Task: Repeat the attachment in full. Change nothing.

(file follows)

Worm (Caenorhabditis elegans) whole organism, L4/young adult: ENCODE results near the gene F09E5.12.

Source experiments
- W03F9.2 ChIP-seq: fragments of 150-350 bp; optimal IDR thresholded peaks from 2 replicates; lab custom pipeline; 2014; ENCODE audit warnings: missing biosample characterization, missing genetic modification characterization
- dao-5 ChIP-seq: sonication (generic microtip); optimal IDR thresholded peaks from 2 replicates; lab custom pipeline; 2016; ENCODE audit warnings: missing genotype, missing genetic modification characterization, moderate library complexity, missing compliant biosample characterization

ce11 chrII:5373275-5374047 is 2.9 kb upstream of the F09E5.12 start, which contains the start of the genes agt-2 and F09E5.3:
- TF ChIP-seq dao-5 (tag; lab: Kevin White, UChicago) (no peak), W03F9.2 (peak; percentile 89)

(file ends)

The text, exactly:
Worm (Caenorhabditis elegans) whole organism, L4/young adult: ENCODE results near the gene F09E5.12.

Source experiments
- W03F9.2 ChIP-seq: fragments of 150-350 bp; optimal IDR thresholded peaks from 2 replicates; lab custom pipeline; 2014; ENCODE audit warnings: missing biosample characterization, missing genetic modification characterization
- dao-5 ChIP-seq: sonication (generic microtip); optimal IDR thresholded peaks from 2 replicates; lab custom pipeline; 2016; ENCODE audit warnings: missing genotype, missing genetic modification characterization, moderate library complexity, missing compliant biosample characterization

ce11 chrII:5373275-5374047 is 2.9 kb upstream of the F09E5.12 start, which contains the start of the genes agt-2 and F09E5.3:
- TF ChIP-seq dao-5 (tag; lab: Kevin White, UChicago) (no peak), W03F9.2 (peak; percentile 89)